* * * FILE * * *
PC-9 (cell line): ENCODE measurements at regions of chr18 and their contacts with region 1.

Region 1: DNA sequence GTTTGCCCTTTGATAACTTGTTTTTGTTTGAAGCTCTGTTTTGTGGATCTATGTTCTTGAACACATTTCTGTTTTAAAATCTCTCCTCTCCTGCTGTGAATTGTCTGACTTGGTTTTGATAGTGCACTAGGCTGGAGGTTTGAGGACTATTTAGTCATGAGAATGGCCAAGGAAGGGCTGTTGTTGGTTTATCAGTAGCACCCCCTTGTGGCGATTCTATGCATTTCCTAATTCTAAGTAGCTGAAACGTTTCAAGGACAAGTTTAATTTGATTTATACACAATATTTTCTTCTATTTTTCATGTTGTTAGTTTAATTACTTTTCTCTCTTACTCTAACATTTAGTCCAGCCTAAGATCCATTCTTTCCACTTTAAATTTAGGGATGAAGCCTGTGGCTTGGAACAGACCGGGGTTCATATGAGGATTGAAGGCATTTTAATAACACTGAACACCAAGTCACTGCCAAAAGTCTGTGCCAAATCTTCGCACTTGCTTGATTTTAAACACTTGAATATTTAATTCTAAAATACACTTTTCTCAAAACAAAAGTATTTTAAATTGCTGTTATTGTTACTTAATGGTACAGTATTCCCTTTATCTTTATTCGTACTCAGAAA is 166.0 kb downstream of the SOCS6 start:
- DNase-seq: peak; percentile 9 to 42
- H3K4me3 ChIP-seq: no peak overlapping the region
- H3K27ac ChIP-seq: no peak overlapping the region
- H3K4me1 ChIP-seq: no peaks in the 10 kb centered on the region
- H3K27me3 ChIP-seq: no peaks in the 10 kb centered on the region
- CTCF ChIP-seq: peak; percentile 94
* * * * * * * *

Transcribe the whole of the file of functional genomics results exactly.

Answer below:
PC-9 (cell line): ENCODE measurements at regions of chr18 and their contacts with region 1.

Region 1: DNA sequence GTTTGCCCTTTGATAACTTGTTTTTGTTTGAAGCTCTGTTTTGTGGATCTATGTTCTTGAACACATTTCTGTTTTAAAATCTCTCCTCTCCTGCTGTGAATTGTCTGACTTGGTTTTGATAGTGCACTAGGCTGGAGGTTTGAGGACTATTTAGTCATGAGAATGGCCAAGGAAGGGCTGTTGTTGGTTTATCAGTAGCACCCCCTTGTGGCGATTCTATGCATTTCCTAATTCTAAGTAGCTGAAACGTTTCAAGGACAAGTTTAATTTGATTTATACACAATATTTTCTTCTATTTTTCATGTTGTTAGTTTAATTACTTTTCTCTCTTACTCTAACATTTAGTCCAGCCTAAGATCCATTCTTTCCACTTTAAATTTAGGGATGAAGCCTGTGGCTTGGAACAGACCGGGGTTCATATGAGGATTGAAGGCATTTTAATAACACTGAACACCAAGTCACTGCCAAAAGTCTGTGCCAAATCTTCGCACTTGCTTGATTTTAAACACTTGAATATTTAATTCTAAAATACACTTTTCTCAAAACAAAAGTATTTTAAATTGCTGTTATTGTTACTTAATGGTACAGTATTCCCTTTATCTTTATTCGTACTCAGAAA is 166.0 kb downstream of the SOCS6 start:
- DNase-seq: peak; percentile 9 to 42
- H3K4me3 ChIP-seq: no peak overlapping the region
- H3K27ac ChIP-seq: no peak overlapping the region
- H3K4me1 ChIP-seq: no peaks in the 10 kb centered on the region
- H3K27me3 ChIP-seq: no peaks in the 10 kb centered on the region
- CTCF ChIP-seq: peak; percentile 94